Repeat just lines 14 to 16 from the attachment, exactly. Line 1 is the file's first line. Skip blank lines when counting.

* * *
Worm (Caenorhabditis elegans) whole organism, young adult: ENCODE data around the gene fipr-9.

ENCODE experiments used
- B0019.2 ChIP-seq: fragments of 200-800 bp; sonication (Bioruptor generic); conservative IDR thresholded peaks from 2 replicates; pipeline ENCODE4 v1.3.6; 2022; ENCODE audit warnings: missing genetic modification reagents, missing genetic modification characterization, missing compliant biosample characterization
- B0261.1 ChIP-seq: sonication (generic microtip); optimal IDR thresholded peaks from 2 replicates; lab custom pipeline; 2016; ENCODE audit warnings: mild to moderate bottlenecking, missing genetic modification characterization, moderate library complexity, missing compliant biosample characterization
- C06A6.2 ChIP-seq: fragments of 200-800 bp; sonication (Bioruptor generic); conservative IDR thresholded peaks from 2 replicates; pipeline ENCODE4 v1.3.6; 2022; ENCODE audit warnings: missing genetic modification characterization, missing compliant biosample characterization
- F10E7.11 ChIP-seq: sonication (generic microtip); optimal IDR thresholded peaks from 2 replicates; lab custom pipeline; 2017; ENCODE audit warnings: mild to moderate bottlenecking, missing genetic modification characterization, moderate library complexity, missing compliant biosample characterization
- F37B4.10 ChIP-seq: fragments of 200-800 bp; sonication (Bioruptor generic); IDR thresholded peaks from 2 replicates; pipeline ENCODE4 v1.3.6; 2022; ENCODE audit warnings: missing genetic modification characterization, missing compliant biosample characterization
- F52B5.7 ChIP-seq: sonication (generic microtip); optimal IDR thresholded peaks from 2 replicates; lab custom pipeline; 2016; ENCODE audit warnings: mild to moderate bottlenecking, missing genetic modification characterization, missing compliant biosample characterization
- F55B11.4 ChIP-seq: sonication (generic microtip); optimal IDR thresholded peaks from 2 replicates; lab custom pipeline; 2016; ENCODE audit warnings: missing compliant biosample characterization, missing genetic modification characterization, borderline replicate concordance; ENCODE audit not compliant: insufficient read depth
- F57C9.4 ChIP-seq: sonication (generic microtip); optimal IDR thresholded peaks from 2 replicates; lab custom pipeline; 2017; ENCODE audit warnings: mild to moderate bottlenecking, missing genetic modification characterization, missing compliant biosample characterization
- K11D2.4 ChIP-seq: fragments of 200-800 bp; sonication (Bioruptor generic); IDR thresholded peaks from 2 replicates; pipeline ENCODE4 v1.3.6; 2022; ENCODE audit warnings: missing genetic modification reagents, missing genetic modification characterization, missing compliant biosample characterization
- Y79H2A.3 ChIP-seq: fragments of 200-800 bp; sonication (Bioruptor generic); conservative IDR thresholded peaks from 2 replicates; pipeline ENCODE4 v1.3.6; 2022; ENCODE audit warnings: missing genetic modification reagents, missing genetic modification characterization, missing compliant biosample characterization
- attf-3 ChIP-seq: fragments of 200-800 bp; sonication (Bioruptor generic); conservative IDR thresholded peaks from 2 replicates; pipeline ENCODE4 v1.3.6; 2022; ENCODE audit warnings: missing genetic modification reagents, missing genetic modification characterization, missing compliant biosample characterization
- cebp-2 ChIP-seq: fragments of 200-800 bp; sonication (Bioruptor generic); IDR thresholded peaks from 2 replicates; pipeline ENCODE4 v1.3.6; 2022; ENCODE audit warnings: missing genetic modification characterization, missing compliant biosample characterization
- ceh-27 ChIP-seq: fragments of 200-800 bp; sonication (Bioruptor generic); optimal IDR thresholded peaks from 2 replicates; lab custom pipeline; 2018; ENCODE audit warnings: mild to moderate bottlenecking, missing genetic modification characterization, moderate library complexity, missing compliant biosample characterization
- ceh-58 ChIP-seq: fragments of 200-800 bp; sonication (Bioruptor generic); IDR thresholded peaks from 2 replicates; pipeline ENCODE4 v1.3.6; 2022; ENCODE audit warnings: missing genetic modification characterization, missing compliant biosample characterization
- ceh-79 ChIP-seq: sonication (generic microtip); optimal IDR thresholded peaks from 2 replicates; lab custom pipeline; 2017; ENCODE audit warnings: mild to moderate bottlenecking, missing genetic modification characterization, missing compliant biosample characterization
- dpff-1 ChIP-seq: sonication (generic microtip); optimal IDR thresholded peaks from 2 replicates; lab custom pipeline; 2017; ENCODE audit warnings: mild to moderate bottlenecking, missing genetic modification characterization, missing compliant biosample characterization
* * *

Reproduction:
- cebp-2 ChIP-seq: fragments of 200-800 bp; sonication (Bioruptor generic); IDR thresholded peaks from 2 replicates; pipeline ENCODE4 v1.3.6; 2022; ENCODE audit warnings: missing genetic modification characterization, missing compliant biosample characterization
- ceh-27 ChIP-seq: fragments of 200-800 bp; sonication (Bioruptor generic); optimal IDR thresholded peaks from 2 replicates; lab custom pipeline; 2018; ENCODE audit warnings: mild to moderate bottlenecking, missing genetic modification characterization, moderate library complexity, missing compliant biosample characterization
- ceh-58 ChIP-seq: fragments of 200-800 bp; sonication (Bioruptor generic); IDR thresholded peaks from 2 replicates; pipeline ENCODE4 v1.3.6; 2022; ENCODE audit warnings: missing genetic modification characterization, missing compliant biosample characterization